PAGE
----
Jalan Legian was always crazy around midnight but this night was particularly bad.
They first met on Kuta's beachfront nine years ago - children of the bomb - robbed of a parent 12 months earlier and unable to comprehend why.
For three nights in a row, Perth doctor Paul Mark headed to the airport to try to salvage lives from the bombings.
Urgent phone calls early on a Sunday morning left Fiona Wood in little doubt about the unprecedented task ahead to save life and limb.
The pink bougainvillea sits in stark contrast to the rubbish and rubble - a piece of defiant beauty on the barren site that has broken the hearts of Bali bomb survivors.
It didn't take long for the tears to fall, for the collective grief of 22 nations to echo through the holiday island.
Ten years on from the horror in Bali, hundreds have gathered at a moving service on a hill high above Kuta to honour the memory of the many lives lost in the 2002 bombings.
An emotional Dr Fiona Wood has given an inspirational speech at the Canberra service to mark the tenth anniversary of the Bali bombings, saying it was a privilege to "help those lives on that day".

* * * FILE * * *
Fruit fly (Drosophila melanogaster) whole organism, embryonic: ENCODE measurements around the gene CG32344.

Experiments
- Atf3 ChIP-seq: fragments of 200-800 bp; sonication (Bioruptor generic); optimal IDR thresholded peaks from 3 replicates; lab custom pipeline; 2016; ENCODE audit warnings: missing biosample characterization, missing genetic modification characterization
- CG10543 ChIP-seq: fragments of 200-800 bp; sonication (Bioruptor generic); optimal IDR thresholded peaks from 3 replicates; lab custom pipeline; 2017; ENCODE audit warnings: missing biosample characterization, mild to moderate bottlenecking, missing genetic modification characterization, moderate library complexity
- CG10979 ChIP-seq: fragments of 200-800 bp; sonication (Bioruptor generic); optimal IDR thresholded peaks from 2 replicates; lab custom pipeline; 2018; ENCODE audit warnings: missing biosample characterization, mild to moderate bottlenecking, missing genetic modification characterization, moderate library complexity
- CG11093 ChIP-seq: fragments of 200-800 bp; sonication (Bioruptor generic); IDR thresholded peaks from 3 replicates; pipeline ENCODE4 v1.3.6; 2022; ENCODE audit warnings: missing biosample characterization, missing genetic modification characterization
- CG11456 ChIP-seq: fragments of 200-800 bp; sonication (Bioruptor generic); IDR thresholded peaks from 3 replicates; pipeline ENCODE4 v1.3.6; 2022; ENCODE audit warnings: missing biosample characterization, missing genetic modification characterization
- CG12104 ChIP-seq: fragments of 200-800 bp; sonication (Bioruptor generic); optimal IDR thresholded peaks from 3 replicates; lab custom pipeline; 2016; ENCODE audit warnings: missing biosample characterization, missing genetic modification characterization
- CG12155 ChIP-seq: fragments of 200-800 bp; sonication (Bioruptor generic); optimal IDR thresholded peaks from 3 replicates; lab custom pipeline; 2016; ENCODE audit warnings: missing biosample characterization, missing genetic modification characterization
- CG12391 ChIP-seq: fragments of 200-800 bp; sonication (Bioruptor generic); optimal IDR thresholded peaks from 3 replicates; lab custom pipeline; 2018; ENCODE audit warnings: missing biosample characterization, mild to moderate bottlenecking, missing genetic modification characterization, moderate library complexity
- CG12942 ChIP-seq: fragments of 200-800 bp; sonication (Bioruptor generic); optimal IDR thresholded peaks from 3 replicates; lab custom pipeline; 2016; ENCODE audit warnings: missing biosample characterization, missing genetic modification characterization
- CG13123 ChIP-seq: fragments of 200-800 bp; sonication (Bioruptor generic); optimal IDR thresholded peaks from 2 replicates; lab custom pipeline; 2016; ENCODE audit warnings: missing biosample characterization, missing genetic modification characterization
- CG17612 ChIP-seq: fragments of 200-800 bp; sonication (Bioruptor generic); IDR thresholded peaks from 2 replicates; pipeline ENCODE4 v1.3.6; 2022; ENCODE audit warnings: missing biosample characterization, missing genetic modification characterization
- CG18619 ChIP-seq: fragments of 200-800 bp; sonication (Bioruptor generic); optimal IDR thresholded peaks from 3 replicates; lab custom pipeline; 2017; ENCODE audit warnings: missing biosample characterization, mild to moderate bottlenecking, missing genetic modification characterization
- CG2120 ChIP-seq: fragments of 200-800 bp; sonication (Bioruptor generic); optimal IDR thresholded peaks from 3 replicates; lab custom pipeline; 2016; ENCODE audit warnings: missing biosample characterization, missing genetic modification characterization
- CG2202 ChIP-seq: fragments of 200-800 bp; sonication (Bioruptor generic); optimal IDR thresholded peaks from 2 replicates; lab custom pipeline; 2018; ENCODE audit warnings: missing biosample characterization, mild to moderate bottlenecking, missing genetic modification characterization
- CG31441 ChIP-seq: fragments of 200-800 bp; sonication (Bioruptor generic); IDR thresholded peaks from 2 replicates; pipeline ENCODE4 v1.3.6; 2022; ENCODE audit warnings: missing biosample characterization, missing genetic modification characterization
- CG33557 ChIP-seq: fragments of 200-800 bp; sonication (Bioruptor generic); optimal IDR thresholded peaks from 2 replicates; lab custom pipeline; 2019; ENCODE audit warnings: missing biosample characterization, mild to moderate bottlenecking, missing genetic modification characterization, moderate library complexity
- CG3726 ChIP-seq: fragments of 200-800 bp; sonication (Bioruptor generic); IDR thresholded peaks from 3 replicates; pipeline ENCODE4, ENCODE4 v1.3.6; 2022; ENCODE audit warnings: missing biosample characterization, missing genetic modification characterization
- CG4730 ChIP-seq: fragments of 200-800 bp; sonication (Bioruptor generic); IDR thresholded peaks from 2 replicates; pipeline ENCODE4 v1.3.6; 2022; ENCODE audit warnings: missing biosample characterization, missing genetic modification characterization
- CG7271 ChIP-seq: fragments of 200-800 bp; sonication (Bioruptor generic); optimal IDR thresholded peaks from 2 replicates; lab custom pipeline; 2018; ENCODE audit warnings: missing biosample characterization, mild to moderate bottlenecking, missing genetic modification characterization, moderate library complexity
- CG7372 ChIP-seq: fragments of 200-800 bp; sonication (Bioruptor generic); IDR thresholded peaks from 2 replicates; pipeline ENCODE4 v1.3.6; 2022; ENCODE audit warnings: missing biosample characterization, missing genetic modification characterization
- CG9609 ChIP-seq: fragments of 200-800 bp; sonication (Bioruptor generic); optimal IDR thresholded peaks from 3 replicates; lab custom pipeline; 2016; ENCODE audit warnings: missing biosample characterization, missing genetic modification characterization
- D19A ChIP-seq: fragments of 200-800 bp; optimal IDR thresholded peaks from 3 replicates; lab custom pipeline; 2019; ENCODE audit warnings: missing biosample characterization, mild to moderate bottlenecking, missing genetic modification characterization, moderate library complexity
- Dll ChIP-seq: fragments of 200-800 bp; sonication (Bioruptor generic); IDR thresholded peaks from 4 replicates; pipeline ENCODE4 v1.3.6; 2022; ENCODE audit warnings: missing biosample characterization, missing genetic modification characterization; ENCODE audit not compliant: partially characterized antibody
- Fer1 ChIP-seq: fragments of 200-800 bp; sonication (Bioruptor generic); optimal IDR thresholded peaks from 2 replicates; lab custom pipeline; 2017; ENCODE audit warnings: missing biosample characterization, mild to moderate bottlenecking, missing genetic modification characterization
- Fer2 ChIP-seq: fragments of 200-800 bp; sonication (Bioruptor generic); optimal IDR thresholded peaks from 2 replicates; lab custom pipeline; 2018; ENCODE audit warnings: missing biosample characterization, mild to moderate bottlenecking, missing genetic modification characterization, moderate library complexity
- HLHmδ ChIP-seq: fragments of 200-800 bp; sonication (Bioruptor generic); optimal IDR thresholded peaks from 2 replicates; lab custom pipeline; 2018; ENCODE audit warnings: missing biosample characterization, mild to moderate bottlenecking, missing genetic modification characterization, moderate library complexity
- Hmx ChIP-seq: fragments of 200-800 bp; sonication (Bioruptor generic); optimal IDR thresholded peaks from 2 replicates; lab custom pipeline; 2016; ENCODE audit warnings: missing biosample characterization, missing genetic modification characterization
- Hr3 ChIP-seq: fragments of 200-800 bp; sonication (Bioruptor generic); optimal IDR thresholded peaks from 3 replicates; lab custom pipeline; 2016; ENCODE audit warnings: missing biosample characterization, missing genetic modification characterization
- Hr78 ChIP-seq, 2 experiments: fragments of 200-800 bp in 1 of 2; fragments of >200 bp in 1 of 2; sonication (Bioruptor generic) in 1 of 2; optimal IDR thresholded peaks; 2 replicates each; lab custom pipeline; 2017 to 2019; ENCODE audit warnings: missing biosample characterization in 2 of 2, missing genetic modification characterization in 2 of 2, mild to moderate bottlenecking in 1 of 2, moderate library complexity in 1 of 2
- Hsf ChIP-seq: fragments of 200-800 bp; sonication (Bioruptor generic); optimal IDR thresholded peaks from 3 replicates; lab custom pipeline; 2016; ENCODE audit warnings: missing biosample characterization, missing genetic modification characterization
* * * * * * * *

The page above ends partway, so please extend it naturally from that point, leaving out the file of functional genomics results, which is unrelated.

More than 200 family, friends, supporters and dignitaries turned out at dawn for a memorial service at Kings Park to remember and honour the 16 West Australians who died in the 2002 Bali bombings.
In a quiet street on the outskirts of Denpasar, the sound of laughing children echoes through a building where hope has risen from grief.
An Aussie flag bearing 88 small photographs hangs proudly on a ramshackle tin fence in Kuta's main street, marking one small corner of a foreign field that will forever be Australian.